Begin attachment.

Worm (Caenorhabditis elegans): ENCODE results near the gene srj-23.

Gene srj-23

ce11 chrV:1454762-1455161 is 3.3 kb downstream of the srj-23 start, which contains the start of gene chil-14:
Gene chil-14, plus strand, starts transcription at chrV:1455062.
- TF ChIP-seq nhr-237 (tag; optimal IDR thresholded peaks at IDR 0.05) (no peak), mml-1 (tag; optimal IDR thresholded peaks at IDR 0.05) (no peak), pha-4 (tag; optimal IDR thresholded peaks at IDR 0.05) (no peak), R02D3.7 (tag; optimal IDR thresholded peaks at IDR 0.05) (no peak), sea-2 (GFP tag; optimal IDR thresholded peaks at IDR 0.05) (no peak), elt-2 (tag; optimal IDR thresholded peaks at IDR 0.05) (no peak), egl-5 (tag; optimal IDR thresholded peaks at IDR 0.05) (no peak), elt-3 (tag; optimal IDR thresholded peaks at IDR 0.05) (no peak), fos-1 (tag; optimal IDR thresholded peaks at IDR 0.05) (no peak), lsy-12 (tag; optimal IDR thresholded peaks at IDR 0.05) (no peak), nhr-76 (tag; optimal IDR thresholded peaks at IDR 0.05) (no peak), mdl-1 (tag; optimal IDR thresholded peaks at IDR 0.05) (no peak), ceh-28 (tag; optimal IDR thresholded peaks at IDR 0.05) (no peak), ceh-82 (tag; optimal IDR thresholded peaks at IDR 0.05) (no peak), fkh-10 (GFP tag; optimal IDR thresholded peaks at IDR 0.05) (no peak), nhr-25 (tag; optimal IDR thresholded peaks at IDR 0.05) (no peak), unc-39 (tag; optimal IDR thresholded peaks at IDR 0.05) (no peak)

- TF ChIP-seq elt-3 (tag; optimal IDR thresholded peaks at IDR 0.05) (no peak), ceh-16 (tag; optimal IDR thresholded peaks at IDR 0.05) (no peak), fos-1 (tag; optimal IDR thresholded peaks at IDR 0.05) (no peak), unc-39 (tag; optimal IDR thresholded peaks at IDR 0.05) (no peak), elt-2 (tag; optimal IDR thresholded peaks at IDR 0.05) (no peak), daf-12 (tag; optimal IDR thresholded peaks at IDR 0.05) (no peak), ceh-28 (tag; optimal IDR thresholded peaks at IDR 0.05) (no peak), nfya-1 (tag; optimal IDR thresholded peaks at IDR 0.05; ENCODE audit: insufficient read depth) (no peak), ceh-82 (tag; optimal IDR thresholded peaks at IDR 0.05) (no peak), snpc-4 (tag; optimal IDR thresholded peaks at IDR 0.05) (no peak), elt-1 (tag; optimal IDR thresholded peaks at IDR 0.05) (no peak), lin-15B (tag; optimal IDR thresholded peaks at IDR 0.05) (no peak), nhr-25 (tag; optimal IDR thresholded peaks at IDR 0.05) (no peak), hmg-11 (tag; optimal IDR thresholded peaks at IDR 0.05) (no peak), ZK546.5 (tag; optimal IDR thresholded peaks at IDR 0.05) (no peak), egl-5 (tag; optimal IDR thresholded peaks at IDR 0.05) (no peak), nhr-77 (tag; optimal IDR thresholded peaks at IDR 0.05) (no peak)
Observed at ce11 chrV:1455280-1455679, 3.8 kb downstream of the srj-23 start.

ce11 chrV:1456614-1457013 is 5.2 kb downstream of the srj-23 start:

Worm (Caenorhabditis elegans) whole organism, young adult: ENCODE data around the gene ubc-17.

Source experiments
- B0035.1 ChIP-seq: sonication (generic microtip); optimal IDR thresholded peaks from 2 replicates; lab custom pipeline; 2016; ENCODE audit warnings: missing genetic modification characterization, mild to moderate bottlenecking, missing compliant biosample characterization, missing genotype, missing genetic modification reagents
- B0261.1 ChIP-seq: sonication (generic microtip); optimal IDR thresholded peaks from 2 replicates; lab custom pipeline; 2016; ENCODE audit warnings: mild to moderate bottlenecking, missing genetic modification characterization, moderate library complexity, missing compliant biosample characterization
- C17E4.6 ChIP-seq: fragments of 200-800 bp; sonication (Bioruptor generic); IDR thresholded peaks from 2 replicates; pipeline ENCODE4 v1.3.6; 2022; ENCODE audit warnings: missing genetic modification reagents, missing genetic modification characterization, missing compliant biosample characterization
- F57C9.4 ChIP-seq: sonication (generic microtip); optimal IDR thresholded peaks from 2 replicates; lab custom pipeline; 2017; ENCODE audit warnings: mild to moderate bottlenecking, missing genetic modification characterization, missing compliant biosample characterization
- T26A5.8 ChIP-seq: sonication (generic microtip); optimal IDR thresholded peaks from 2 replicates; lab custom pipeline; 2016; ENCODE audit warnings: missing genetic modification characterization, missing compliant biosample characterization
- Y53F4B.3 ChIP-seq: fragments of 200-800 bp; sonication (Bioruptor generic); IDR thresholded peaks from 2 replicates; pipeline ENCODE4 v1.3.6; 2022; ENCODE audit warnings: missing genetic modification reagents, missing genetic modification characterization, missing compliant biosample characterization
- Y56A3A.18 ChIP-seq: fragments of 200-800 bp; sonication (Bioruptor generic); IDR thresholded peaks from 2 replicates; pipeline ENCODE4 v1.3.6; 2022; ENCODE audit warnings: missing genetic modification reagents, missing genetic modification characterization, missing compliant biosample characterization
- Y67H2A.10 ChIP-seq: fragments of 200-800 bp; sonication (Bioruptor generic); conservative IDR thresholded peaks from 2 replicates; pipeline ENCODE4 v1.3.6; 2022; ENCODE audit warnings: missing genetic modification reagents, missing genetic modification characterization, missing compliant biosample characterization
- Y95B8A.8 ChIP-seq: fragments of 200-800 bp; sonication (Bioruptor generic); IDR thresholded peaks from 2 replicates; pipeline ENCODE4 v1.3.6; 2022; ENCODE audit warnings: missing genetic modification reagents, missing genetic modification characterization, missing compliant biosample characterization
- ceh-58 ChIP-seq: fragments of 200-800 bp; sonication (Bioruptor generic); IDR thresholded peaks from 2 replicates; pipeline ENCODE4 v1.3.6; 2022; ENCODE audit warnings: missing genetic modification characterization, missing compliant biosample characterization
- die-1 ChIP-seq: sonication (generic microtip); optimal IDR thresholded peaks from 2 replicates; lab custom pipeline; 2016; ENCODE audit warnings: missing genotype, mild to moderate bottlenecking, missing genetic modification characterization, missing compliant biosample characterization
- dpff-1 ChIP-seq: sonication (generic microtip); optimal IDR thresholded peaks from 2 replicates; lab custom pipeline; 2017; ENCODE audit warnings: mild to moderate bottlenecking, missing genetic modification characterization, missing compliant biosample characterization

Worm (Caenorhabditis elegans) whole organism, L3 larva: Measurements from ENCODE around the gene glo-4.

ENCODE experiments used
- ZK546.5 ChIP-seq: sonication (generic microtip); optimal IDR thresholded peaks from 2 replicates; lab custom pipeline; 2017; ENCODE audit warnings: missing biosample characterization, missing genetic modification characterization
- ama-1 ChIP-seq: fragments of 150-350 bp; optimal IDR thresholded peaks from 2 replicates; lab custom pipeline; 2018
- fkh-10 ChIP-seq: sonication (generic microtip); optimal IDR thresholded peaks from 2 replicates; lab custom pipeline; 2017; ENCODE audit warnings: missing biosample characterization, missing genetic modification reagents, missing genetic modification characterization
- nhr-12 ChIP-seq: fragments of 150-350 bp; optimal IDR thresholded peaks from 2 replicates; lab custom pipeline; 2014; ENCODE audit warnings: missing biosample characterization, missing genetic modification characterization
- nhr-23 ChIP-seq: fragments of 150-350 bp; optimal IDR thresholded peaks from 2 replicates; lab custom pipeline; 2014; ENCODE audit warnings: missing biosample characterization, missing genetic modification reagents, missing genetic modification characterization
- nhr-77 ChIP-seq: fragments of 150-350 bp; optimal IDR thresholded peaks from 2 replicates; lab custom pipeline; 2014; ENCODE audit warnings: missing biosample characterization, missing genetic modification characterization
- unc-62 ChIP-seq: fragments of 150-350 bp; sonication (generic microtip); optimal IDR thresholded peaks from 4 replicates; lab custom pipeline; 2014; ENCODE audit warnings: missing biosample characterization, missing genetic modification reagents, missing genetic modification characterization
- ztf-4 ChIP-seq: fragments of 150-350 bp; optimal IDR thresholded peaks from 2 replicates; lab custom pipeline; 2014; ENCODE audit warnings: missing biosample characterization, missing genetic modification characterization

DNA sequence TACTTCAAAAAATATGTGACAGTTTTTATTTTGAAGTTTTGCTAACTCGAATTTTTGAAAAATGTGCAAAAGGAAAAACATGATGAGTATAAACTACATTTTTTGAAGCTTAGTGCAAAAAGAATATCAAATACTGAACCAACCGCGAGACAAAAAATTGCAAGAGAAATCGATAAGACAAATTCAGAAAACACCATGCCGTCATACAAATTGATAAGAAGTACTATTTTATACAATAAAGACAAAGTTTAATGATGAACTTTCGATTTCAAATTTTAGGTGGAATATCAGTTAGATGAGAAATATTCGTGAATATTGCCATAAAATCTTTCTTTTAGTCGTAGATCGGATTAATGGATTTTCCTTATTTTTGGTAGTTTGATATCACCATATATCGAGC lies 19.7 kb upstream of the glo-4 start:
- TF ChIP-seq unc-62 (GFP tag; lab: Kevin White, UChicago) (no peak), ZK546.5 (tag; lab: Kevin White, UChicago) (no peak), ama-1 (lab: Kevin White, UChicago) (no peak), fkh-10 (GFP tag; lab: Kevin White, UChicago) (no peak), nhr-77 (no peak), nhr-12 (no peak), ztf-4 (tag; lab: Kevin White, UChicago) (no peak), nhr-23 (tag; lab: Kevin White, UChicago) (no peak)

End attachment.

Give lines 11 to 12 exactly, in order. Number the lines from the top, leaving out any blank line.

- B0035.1 ChIP-seq: sonication (generic microtip); optimal IDR thresholded peaks from 2 replicates; lab custom pipeline; 2016; ENCODE audit warnings: missing genetic modification characterization, mild to moderate bottlenecking, missing compliant biosample characterization, missing genotype, missing genetic modification reagents
- B0261.1 ChIP-seq: sonication (generic microtip); optimal IDR thresholded peaks from 2 replicates; lab custom pipeline; 2016; ENCODE audit warnings: mild to moderate bottlenecking, missing genetic modification characterization, moderate library complexity, missing compliant biosample characterization